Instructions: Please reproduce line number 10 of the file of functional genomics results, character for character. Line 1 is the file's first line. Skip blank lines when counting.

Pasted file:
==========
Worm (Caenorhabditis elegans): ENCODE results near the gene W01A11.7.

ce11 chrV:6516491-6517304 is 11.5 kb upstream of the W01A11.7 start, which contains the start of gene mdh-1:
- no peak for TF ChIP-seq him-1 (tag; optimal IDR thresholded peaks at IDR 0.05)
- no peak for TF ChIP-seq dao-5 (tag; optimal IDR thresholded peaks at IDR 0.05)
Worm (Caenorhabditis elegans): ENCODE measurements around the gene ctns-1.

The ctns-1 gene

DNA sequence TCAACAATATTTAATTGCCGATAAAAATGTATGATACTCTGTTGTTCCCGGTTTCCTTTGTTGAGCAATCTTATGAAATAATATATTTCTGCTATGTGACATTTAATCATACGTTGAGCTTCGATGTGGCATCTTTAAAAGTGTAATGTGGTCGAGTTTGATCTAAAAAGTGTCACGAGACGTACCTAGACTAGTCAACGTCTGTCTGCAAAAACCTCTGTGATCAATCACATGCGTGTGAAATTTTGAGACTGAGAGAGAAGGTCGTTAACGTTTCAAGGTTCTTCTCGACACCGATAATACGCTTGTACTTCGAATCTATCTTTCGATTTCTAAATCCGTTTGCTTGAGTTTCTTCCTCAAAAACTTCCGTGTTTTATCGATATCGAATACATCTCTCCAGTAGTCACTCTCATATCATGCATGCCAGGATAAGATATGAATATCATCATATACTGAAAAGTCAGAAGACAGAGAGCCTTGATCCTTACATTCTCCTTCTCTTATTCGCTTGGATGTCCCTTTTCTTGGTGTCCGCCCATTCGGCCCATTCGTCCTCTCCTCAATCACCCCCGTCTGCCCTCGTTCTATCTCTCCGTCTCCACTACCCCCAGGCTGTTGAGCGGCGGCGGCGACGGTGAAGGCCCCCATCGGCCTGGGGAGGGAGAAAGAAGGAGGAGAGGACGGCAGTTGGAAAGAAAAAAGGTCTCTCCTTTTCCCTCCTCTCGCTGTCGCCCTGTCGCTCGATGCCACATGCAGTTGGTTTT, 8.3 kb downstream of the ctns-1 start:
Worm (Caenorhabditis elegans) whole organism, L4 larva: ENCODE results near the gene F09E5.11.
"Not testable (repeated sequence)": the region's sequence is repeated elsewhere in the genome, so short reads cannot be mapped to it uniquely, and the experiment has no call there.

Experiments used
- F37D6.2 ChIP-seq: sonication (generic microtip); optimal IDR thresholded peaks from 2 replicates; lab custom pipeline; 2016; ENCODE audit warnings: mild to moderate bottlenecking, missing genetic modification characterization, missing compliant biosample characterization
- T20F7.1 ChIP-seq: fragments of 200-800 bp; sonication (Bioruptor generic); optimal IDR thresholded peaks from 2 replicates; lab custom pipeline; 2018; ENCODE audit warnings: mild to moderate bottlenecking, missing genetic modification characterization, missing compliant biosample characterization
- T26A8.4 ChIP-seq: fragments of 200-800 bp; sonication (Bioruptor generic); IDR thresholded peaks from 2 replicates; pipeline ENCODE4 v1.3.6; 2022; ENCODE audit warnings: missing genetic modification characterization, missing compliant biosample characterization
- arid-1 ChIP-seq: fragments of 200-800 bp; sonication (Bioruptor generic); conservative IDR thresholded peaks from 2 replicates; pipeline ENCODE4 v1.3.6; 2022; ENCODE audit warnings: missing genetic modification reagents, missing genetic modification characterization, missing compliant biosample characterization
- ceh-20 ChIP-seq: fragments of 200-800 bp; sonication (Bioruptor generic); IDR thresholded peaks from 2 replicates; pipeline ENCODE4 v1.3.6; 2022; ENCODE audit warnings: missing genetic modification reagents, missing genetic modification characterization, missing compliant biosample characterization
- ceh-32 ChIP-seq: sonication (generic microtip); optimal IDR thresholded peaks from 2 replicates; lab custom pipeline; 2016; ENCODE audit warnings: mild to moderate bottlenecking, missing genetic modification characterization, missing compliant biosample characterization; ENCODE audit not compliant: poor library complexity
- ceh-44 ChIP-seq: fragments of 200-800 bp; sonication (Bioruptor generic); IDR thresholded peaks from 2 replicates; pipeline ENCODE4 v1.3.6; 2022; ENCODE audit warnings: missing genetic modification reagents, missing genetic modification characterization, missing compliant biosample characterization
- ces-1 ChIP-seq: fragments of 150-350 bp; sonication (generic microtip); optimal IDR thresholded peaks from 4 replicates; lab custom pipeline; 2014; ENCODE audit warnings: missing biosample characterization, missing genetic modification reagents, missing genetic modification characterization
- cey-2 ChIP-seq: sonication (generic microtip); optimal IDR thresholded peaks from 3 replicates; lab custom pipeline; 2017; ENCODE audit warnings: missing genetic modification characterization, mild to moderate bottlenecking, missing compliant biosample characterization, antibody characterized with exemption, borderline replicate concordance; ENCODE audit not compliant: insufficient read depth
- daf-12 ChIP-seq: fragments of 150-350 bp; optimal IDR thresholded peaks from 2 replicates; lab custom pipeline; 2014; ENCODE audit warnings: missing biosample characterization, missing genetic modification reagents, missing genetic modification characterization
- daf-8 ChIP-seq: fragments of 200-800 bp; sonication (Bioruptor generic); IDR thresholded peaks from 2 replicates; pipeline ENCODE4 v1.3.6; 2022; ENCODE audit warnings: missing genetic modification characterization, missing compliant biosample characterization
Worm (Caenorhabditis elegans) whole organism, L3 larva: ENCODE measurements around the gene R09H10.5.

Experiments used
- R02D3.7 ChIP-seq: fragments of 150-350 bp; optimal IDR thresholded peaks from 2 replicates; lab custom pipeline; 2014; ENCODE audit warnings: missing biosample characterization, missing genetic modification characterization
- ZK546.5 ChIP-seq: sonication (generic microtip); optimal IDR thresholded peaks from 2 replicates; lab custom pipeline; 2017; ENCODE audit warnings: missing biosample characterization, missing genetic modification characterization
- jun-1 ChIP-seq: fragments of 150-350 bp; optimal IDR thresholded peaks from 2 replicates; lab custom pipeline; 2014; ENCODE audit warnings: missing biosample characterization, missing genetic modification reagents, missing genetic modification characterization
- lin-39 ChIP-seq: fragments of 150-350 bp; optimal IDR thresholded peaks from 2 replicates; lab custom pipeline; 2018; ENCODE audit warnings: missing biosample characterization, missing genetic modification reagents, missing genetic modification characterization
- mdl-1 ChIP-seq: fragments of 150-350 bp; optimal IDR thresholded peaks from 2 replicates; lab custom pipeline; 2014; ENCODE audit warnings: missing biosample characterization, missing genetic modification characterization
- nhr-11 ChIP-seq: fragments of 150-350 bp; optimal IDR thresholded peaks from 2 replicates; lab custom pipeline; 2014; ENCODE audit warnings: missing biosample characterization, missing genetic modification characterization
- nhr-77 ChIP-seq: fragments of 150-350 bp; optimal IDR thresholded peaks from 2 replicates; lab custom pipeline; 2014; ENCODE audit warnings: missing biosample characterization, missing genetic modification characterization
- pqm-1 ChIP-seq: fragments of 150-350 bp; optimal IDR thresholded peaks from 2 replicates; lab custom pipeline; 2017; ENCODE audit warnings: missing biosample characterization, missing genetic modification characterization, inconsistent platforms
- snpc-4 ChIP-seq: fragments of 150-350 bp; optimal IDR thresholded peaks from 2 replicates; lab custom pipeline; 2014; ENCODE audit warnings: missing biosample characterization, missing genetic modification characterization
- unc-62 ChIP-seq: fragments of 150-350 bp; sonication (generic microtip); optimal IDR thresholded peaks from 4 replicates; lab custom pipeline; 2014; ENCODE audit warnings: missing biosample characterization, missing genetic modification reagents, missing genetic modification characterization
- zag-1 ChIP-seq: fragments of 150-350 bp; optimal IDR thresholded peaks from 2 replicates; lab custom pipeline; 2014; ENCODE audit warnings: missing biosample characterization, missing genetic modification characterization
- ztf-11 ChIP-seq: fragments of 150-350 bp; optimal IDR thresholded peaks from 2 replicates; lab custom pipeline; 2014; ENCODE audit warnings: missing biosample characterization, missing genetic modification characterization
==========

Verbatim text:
Experiments used